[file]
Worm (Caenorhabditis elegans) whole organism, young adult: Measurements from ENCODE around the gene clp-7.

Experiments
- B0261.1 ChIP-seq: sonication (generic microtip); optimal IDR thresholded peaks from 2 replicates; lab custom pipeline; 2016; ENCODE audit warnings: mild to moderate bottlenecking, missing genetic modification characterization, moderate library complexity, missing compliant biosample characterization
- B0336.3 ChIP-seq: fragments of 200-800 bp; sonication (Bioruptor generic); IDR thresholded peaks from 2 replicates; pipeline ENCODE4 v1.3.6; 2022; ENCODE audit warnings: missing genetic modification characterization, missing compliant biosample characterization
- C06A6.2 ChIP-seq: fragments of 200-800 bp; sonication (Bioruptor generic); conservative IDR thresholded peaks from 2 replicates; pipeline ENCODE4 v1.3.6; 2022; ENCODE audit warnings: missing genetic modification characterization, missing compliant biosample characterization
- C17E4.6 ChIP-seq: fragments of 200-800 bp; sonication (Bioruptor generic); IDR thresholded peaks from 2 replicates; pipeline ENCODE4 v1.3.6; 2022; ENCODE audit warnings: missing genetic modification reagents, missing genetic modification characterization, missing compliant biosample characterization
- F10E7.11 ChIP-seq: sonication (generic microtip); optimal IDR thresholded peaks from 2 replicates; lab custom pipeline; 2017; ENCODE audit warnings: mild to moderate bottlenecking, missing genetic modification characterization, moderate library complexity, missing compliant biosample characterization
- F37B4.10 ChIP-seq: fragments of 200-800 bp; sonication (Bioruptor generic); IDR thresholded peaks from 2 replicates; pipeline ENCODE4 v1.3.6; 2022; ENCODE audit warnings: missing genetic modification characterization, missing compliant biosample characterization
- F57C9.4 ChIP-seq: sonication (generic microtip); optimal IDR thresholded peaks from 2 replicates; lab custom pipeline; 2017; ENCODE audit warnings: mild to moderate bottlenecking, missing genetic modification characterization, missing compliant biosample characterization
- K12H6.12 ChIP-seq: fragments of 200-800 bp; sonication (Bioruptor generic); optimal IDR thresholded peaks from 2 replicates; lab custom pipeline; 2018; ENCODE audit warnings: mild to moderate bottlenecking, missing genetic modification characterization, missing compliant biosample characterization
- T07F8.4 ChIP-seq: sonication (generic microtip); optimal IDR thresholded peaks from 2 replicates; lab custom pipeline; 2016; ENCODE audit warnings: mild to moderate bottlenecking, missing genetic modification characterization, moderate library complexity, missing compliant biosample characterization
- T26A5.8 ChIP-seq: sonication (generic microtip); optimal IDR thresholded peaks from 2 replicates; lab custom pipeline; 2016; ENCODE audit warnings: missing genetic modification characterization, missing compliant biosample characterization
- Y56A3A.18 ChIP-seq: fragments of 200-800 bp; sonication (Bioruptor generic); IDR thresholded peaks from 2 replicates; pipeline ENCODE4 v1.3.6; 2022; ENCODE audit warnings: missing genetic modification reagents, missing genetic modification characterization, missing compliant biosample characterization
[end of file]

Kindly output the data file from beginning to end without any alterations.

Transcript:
Worm (Caenorhabditis elegans) whole organism, young adult: Measurements from ENCODE around the gene clp-7.

Experiments
- B0261.1 ChIP-seq: sonication (generic microtip); optimal IDR thresholded peaks from 2 replicates; lab custom pipeline; 2016; ENCODE audit warnings: mild to moderate bottlenecking, missing genetic modification characterization, moderate library complexity, missing compliant biosample characterization
- B0336.3 ChIP-seq: fragments of 200-800 bp; sonication (Bioruptor generic); IDR thresholded peaks from 2 replicates; pipeline ENCODE4 v1.3.6; 2022; ENCODE audit warnings: missing genetic modification characterization, missing compliant biosample characterization
- C06A6.2 ChIP-seq: fragments of 200-800 bp; sonication (Bioruptor generic); conservative IDR thresholded peaks from 2 replicates; pipeline ENCODE4 v1.3.6; 2022; ENCODE audit warnings: missing genetic modification characterization, missing compliant biosample characterization
- C17E4.6 ChIP-seq: fragments of 200-800 bp; sonication (Bioruptor generic); IDR thresholded peaks from 2 replicates; pipeline ENCODE4 v1.3.6; 2022; ENCODE audit warnings: missing genetic modification reagents, missing genetic modification characterization, missing compliant biosample characterization
- F10E7.11 ChIP-seq: sonication (generic microtip); optimal IDR thresholded peaks from 2 replicates; lab custom pipeline; 2017; ENCODE audit warnings: mild to moderate bottlenecking, missing genetic modification characterization, moderate library complexity, missing compliant biosample characterization
- F37B4.10 ChIP-seq: fragments of 200-800 bp; sonication (Bioruptor generic); IDR thresholded peaks from 2 replicates; pipeline ENCODE4 v1.3.6; 2022; ENCODE audit warnings: missing genetic modification characterization, missing compliant biosample characterization
- F57C9.4 ChIP-seq: sonication (generic microtip); optimal IDR thresholded peaks from 2 replicates; lab custom pipeline; 2017; ENCODE audit warnings: mild to moderate bottlenecking, missing genetic modification characterization, missing compliant biosample characterization
- K12H6.12 ChIP-seq: fragments of 200-800 bp; sonication (Bioruptor generic); optimal IDR thresholded peaks from 2 replicates; lab custom pipeline; 2018; ENCODE audit warnings: mild to moderate bottlenecking, missing genetic modification characterization, missing compliant biosample characterization
- T07F8.4 ChIP-seq: sonication (generic microtip); optimal IDR thresholded peaks from 2 replicates; lab custom pipeline; 2016; ENCODE audit warnings: mild to moderate bottlenecking, missing genetic modification characterization, moderate library complexity, missing compliant biosample characterization
- T26A5.8 ChIP-seq: sonication (generic microtip); optimal IDR thresholded peaks from 2 replicates; lab custom pipeline; 2016; ENCODE audit warnings: missing genetic modification characterization, missing compliant biosample characterization
- Y56A3A.18 ChIP-seq: fragments of 200-800 bp; sonication (Bioruptor generic); IDR thresholded peaks from 2 replicates; pipeline ENCODE4 v1.3.6; 2022; ENCODE audit warnings: missing genetic modification reagents, missing genetic modification characterization, missing compliant biosample characterization